He paused, and looked up at me. “Does Jesus really love me?” he asked solemnly. Tears were welling up in his eyes.
“Of—of course He does! Jesus loves you so much that He died on the cross, so that even when you make mistakes, you still get to go to heaven,” I told him earnestly. He looked confused, and then continued walking. “Oscar,” I caught up with him and kneeled down so that we would be eye to eye on this, “what’s wrong?”
“Nobody loves me,” said Oscar, after a few moments of tense silence. My stomach dropped and my eyes popped open wide.
“No, Jesus loves—“
“At home,” he said simply.
I hesitated. “What about your mom?”
“She makes me sleep outside.”
Now tears were welling up in my eyes as well.
“Oscar, you listen to me,” I said, wanting to make an impression on him. “There will always be mean people in your life, people who treat you unfairly. Sometimes, it’s your own family,” I choked on this a little, “But what you have to know is that things will get better. God is always watching you and protecting you, He’s always listening to you, and He always, always loves you. No matter what. Sometimes, things are hard. But He is leading you to something better.” Oscar was looking at me intently, letting the tears flow now. “And you know what, Oscar?” I asked him, quietly, “I love you, too.”
Oscar nodded. I stood up and took his hand as we walked back to his house. I didn’t know if I had handled the situation correctly. It was absolutely horrible that his mom was cruel to him and his brothers. They were all such wonderful boys. He needed to know that he was loved. I just hoped that my point came across to him.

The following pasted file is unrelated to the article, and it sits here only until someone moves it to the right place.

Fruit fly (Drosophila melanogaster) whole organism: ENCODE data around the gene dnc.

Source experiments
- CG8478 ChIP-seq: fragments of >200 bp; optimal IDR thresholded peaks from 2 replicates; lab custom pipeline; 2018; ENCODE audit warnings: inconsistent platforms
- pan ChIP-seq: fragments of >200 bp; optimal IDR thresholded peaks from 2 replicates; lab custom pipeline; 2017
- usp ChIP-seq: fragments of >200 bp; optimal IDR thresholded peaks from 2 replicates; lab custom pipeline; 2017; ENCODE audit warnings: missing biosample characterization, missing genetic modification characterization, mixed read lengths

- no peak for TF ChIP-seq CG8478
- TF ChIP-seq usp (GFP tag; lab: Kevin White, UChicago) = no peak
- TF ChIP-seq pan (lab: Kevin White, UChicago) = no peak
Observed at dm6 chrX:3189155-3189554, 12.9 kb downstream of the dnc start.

“Bye boys!” I shouted as I opened the front gate and let them head inside, “Goodbye, Oscar, see you tomorrow.” He waved goodbye and then shut the door.
If there was anything I learned about my week in Memphis, TN, running a Bible Club for kids who lived in a dangerous area, it was about love. The people I know at home, including myself, worry about materialistic things. We want the new iPod, we don’t get enough allowance, our room is on the wrong side of the house. These children in Memphis, they have nothing. But with nothing, they appreciate everything, and they only want one thing. The one most important thing in the world.
They want love.
The next day, when I knocked on the door of the Pantojas’ house, Oscar immediately flung the door wide open. I could tell by the light in his eyes that he had really taken what I had said to heart. He ran into my arms and gave me a huge hug; the first time I had ever seen him show affection to anyone. “Jesus does love me!” he exclaimed, with a huge smile on his face.
Yes He does.





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This article has 2 comments. Post your own now!

Stargirl212 said...
Jul. 23, 2010 at 12:02 pm
This is so incredibly beautiful, Holly. Reading about these hardships, about the pain and the situations, it almost made me cry. You expressed your emotions wonderfully. You really expressed what it was like. Amazing job, girl. Keep it up!
 
frippgirl replied...
Jul. 23, 2010 at 1:35 pm
That is really great to hear! I didn't know if I could really express the emotion well enough in this, I didn't know what people would think of it. I'm glad you liked it babe!